Patient counseling involves the collection of data of the patient as well as the medication that he is taking. The next step is to analyze, incorporate the pharmacist's skills and responsibilities, and pass the information along in terms of the patient and the drug.

Before counseling, the pharmacist must correctly identify the patient, sometimes the bystanders may come for enquires. It is the role of the pharmacist to gather information. Maintaining a patient file will be helpful for the pharmacist to keep track of the patient information. The pharmacist should have good communication skills. Verbal communication is just 10%, whereas 90% is non verbal: how it is said (40%) and body language (50%). He can also use closed- and open-ended questions according to the situation.

A structured approach to questioning will ensure that all the important areas are covered. Priority questions can be summarized and remembered in the following acronym: [1]

Age / appearance

Self or someone else


Extra medicines

Time persisting


Other symptoms

Danger symptoms

Some drugs such as ibuprofen or lopramide corticostirone are not recommended for patients below 12 years old. Appearance of the patient is an indicator for referral to a doctor. Pediatrics and geriatrics should be considered as the most versatile areas. A persistent dry cough may be because of the drug itself e.g., Enelapril maleate. There are two aspects to the term history: 1) the history of the symptom being presented and 2) previous medical history. The time of the particular symptom can give valuable clues. The attack of heart burn just after going to bed is likely simple reflux whereas when that happens after exercise, it could be related to an ulceration in the intestinal track. Symptoms other than the presented ones also need to be investigated with the patient. Inhibitions from the patient maybe because of embarrassment, so patients experiencing rectal bleeding may only mention that they have piles or are constipated. Maybe a patient taking anti-depressants may not mention their dry mouth.

Danger symptoms are the warning bells for the pharmacist because immediate referral to the doctor is required. Some of them include blood in the sputum, vomit, urine or feces and unexplained loss of weigh. Referral is also recommended under the following conditions of the patient - losing consciousness, heaviness in the chest, frightened, not able to speak, chest wall drawn in heavy bleeding, respiration rate > 25 (adult) or 50 in children. [13]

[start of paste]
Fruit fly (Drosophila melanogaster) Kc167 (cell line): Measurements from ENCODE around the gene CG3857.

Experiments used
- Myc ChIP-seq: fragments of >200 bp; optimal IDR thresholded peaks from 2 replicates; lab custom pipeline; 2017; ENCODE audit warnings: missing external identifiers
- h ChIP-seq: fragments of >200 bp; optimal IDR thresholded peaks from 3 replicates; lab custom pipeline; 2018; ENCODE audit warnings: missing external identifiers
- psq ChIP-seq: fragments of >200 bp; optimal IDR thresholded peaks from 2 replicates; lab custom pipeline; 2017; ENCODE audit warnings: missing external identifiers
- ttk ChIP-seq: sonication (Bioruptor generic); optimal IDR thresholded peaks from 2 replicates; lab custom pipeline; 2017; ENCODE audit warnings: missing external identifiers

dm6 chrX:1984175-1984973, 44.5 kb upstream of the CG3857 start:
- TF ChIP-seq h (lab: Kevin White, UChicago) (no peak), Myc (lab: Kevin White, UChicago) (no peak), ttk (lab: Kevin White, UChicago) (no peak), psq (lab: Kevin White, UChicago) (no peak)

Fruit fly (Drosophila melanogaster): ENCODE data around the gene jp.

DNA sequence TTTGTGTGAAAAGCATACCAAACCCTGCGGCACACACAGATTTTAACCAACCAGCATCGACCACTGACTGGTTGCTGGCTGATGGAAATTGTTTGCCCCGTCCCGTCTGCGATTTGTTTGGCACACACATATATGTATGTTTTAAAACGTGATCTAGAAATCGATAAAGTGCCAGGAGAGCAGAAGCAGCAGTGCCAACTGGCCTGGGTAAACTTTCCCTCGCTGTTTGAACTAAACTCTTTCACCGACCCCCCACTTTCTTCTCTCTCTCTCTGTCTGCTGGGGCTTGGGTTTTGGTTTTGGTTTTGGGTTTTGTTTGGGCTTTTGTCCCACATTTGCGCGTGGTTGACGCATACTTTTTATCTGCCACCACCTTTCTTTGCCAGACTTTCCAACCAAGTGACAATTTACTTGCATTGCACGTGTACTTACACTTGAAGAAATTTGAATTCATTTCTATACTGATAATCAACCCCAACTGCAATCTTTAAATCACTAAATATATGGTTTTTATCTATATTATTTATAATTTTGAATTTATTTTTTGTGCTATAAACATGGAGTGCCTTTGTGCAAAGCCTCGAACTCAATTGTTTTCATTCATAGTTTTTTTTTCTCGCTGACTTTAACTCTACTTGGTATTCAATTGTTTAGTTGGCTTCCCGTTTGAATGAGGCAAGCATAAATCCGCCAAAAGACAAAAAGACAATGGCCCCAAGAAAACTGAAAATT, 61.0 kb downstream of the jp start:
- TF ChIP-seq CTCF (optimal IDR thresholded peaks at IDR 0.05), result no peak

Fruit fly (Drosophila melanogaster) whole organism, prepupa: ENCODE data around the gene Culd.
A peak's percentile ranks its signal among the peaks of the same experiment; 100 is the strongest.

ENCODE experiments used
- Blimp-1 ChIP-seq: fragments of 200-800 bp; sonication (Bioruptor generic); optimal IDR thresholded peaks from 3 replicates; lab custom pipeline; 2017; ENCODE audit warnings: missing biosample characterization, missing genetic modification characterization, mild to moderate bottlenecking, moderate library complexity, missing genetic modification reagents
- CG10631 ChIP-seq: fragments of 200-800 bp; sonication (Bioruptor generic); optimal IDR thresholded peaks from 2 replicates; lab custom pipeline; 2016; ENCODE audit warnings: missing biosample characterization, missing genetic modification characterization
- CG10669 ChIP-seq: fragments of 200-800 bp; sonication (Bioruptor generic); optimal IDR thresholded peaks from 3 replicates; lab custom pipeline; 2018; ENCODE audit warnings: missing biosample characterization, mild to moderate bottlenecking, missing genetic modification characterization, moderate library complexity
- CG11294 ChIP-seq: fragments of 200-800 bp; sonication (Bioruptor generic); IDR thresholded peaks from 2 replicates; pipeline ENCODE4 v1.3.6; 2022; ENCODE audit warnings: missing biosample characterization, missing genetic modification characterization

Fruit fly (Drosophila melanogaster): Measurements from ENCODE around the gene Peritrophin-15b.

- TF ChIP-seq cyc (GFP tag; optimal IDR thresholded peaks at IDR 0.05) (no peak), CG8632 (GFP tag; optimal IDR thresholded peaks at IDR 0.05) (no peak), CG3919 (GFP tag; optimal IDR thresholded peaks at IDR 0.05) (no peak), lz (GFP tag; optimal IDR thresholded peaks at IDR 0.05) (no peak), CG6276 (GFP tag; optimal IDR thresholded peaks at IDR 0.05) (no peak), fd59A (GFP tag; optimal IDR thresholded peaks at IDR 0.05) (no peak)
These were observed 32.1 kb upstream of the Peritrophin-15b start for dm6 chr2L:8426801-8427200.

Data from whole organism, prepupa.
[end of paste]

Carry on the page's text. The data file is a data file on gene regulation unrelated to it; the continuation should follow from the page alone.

Privacy in the pharmacy

Almost 50% of pharmacy customers feel that there is insufficient privacy to discuss personal matters. The pharmacist must create an atmosphere of confidentiality if sensitive problems are to be discussed. Installation of counseling cabinets will be a good idea.

What information to provide?

It is the responsibility of a community pharmacist to spare time to pass on the patient or drug oriented information regarding why the medicine is being taken, how to remove the drug from the package, how to administer the medicine (external/internal), the frequency of dosing, time of dosing (before or after food), storage conditions, side effects, drug interaction, allergies, refill information, incompatibilities (therapeutical/pharmaceutical/chemical), lifestyle changes, and dietary changes.

Stages in the counseling process

The following is a list of the stages in the counseling process:

  • Recognizing the need for counseling
  • Assessing and prioritizing the needs
  • Specifying the assessment method to be used
  • Implementing
  • Assessing the success of the process

Suggestions for the pharmacists

Agree on guidelines for referral with nearby medical practitioners. If possible, get feedback from doctors especially if ADR is suspected. [14] Include over the counter (OTC) medicines in the patient's medical record, develop an OTC formulary, and inform doctors about changes in prescription-only medicines (POM) to OTC. Make sure when and to whom to refer and use referral forms. Arrange seminars and symposiums for the health professionals in the respective locality regarding neglected tropical diseases, which also facilitates interaction. [15]